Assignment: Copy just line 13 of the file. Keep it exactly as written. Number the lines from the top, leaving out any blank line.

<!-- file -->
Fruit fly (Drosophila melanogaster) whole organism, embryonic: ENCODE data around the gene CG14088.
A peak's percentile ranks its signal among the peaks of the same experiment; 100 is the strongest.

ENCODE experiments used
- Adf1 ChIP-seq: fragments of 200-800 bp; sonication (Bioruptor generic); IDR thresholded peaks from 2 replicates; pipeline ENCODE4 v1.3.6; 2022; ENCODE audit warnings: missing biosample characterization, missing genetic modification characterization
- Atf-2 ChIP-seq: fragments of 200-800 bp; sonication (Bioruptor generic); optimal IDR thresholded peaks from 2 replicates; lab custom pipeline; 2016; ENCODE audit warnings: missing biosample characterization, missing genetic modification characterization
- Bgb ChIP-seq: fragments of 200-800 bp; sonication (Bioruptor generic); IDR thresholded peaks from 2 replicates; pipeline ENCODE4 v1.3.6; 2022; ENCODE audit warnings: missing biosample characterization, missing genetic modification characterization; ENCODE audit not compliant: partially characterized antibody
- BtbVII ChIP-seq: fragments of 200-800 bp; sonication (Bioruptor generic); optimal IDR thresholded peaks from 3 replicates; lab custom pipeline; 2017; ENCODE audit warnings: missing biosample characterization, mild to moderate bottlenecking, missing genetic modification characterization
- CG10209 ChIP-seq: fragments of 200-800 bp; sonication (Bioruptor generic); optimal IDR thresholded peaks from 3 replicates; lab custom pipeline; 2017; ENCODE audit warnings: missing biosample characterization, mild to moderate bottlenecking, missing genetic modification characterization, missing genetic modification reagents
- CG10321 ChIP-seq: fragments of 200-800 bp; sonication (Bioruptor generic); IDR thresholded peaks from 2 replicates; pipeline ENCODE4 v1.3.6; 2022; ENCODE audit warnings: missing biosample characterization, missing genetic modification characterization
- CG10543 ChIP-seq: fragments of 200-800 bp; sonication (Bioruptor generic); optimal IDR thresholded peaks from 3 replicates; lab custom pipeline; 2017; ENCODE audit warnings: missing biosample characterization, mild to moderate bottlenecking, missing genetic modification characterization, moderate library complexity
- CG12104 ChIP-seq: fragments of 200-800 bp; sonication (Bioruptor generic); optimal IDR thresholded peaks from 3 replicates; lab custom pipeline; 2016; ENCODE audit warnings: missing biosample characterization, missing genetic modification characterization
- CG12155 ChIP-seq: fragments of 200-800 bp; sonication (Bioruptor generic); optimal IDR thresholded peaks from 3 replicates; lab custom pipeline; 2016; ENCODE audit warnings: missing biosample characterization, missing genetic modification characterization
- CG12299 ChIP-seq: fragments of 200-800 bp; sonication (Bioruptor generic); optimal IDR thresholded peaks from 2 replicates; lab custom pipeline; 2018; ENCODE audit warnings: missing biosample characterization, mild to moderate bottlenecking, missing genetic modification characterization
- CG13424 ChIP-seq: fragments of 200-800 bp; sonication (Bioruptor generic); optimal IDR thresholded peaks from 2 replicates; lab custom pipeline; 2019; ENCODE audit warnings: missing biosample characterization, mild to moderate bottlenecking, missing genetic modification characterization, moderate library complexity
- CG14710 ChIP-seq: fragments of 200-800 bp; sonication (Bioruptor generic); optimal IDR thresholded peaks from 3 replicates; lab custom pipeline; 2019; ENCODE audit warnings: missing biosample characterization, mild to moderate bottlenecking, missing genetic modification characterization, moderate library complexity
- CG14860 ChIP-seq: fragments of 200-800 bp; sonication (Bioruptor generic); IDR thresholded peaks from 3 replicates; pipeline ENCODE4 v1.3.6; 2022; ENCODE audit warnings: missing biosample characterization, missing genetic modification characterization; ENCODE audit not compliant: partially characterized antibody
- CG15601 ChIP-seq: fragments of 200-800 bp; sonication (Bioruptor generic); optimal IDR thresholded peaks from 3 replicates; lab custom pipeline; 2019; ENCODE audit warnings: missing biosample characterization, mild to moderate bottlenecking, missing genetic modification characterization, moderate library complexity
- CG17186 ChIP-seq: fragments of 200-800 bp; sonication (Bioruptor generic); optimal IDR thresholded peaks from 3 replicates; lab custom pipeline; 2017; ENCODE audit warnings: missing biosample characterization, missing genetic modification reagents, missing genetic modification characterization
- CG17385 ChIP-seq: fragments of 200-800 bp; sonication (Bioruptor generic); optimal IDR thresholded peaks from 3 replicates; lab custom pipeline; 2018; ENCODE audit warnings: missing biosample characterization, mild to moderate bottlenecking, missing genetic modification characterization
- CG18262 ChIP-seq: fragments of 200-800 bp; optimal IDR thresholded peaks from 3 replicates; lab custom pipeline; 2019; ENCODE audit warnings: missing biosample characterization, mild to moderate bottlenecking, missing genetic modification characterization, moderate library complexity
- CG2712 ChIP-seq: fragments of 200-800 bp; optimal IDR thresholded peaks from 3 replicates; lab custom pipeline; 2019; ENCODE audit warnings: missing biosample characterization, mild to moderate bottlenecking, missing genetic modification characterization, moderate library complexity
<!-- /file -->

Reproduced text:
- CG12299 ChIP-seq: fragments of 200-800 bp; sonication (Bioruptor generic); optimal IDR thresholded peaks from 2 replicates; lab custom pipeline; 2018; ENCODE audit warnings: missing biosample characterization, mild to moderate bottlenecking, missing genetic modification characterization